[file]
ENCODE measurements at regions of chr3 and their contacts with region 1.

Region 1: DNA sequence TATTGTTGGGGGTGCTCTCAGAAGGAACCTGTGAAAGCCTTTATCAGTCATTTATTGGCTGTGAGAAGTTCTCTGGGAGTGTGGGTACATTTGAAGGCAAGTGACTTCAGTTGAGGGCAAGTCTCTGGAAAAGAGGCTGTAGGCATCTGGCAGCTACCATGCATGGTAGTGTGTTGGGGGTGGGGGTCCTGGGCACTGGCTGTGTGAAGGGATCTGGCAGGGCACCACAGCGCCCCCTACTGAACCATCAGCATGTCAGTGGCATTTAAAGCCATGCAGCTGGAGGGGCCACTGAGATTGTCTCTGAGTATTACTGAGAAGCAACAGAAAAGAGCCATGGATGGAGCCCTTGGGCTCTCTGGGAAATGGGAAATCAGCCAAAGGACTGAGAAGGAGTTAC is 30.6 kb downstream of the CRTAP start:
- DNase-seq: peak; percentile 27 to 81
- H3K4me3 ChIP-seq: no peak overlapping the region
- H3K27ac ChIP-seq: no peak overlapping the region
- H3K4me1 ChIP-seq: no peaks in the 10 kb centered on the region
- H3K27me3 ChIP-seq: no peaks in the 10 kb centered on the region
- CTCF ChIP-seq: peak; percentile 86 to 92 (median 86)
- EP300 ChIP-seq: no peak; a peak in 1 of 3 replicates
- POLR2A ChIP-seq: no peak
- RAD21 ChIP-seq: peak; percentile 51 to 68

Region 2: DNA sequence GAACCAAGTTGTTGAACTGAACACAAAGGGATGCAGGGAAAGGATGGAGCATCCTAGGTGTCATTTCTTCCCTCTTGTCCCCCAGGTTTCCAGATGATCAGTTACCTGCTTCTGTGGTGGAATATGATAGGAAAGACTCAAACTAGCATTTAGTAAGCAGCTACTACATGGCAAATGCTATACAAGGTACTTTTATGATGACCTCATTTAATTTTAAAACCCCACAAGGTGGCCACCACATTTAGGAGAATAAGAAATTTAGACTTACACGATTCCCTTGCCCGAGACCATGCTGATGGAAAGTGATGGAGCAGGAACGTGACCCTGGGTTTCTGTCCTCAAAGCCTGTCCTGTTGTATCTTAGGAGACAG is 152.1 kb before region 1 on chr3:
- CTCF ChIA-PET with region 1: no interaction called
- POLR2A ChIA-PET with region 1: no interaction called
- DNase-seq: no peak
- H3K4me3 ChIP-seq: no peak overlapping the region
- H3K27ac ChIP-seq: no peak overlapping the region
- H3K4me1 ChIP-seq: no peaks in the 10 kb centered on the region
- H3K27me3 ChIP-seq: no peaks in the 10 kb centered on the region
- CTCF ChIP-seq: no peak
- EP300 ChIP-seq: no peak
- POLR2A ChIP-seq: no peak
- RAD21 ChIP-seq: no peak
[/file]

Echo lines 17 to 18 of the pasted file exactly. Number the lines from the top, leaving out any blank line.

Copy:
- H3K27ac ChIP-seq: no peak overlapping the region
- H3K4me1 ChIP-seq: no peaks in the 10 kb centered on the region